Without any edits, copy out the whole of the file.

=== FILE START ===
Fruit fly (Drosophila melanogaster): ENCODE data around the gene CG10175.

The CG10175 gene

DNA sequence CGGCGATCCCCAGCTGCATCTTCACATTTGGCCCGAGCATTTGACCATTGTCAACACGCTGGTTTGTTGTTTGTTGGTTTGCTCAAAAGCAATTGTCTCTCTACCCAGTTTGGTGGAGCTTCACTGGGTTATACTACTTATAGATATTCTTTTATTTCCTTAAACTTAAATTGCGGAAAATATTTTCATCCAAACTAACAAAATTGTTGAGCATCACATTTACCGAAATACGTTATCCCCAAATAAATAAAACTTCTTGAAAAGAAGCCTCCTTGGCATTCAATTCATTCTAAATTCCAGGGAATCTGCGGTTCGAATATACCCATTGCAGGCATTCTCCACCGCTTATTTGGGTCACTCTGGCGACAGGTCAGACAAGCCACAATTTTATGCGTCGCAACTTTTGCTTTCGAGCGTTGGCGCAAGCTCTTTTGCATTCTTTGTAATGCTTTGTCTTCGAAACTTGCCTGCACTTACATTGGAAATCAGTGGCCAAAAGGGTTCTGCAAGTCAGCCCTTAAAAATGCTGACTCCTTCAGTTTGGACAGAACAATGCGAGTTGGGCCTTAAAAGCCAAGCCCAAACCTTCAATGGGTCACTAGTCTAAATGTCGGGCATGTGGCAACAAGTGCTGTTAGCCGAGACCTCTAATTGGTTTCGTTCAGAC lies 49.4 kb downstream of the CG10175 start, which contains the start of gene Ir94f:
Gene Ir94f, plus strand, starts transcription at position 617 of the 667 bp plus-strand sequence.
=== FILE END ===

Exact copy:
Fruit fly (Drosophila melanogaster): ENCODE data around the gene CG10175.

The CG10175 gene

DNA sequence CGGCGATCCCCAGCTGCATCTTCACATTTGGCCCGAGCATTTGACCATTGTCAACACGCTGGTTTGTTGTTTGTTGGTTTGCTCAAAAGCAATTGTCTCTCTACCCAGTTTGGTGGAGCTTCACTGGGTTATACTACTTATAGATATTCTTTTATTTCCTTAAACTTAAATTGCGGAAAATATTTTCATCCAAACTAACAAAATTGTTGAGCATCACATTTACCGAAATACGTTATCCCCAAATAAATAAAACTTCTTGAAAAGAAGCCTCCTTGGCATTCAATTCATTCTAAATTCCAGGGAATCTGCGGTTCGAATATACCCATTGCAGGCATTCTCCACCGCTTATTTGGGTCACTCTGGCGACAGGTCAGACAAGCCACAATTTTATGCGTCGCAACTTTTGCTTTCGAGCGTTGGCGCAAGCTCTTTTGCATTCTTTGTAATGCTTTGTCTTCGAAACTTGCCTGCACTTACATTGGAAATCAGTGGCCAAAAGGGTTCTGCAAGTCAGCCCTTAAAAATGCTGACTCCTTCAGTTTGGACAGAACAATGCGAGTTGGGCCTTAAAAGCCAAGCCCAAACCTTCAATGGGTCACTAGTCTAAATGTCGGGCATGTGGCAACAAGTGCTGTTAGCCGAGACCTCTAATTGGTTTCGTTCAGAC lies 49.4 kb downstream of the CG10175 start, which contains the start of gene Ir94f:
Gene Ir94f, plus strand, starts transcription at position 617 of the 667 bp plus-strand sequence.